Saturday, August 16, 2008

Why I Can’t Watch The Olympics

No, it has nothing to do with Darfur, or China’s human rights record, or their treatment of Buddhist monks in TIbet.

I simply can’t stay up that late. And I’m trying, trust me. I fell asleep, remote control in hand, trying to catch Nastia Liukin and Shawn Johnson Thursday night. Somewhere between the vault and uneven bars I succumbed. I think it was around 11 pm.

It really kind of ticks me off. It’s a freaking school night, for crying out loud! NBC: why did I have to watch an hour of swimming preliminaries? I could care less about preliminaries. Unless you’re an avid follower of the sport, or something really unusual happens, no one cares about preliminaries.

So, prime time is filled with coverage of preliminary heats that no one cares about, while big-viewership events like women’s gymnastics are on at midnight. What idiot at NBC thought that was a good idea?

And yes, apparently all of this is NBC’s fault. In a story about Michael Phelps in today’s New York Times, I learned this:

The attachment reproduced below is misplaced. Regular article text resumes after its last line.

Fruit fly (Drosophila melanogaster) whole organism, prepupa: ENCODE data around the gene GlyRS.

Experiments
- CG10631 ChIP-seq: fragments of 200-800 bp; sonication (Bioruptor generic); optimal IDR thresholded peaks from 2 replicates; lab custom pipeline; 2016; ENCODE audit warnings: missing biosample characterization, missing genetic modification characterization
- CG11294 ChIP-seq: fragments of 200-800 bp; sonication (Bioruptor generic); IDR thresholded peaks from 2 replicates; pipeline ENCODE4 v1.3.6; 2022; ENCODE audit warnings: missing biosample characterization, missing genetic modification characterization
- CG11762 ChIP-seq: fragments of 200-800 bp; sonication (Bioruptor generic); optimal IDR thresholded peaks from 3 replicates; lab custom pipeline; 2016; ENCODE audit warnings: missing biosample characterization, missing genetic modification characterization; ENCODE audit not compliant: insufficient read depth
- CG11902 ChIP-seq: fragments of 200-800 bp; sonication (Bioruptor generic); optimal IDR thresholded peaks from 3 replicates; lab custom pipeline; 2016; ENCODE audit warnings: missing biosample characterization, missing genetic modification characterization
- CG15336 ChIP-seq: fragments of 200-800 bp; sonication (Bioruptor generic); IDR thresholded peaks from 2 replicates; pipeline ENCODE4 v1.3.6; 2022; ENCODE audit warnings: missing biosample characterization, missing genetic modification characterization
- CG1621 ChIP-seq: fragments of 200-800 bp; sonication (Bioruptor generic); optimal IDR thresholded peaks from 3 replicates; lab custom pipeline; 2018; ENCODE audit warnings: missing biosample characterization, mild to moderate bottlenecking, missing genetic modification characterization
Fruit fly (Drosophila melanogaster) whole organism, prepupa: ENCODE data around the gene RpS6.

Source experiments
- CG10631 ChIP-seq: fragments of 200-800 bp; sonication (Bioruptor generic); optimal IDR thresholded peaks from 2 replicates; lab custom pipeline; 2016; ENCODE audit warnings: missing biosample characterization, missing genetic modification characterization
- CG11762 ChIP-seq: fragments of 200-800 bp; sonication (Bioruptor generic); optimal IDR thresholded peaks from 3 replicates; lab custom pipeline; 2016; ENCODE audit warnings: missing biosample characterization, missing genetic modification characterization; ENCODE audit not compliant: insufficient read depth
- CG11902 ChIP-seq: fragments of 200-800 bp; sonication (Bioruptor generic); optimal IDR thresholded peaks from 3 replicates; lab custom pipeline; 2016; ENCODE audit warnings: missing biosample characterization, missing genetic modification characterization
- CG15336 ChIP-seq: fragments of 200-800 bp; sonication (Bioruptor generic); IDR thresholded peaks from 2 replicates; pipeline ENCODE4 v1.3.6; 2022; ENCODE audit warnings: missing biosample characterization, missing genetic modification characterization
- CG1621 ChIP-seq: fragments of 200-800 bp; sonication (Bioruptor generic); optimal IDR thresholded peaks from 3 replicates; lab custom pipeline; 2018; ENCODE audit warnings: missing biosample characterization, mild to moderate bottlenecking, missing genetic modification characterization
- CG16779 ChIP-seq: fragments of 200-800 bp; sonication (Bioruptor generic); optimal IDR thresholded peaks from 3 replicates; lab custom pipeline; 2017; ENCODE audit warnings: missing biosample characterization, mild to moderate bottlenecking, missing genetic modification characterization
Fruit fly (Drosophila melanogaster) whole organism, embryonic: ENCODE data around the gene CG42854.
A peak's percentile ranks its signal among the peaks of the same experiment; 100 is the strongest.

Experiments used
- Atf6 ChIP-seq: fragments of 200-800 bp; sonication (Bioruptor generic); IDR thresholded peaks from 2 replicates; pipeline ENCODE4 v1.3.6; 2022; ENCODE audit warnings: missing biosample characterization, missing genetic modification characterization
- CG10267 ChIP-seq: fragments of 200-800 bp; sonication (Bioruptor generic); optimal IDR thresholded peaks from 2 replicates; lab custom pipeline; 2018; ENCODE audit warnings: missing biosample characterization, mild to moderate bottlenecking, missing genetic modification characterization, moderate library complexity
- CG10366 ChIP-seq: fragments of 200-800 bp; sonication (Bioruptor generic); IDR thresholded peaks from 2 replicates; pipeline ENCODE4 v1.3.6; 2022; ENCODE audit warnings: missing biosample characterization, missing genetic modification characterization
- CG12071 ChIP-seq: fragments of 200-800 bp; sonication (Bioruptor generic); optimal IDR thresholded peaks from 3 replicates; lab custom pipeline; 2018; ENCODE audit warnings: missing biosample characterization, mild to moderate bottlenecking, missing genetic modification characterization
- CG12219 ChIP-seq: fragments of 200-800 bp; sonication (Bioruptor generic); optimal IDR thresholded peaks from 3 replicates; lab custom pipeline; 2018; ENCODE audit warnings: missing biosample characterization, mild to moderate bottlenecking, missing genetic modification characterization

For the first time, the Olympic finals have been contested between 10 a.m. and noon instead of at night. NBC, which owns the broadcasting rights to the Games in the United States, wanted it that way so that Phelps’s pursuit of Spitz could be shown in prime time.

Oh, wow. So it really is all about American TV viewers? Great. I want to see Phelps win his medals, too. But I’m interested in some other events, as well. And frankly, I’m not so much of an enthusiast that I have to see it live.

I remember the whole broadcast-time thing being an issue when the summer games were held in South Korea and Australia, too. And it seems to me that the traditional way of broadcasting the games just doesn’t work anymore. There needs to be some kind of on-demand thing offered, where folks can subscribe to those events they care about watching. At least tell us what time these events come on so we can set the TiVo, for crying out loud.

NBC is holding on to its Olympics broadcast rights with both hands, but the result is that I’m watching less Olympics coverage than ever before. I really don’t care about volleyball or preliminary heats in swimming and track and field. I’m never told exactly when those events I do want to see will be broadcast. So we end up flipping around the channels, watching other stuff and only by the luck of the draw catching an event of interest. It’s frustrating and at this point I’m ready to give up.

I’ll just read about it in the paper the next day.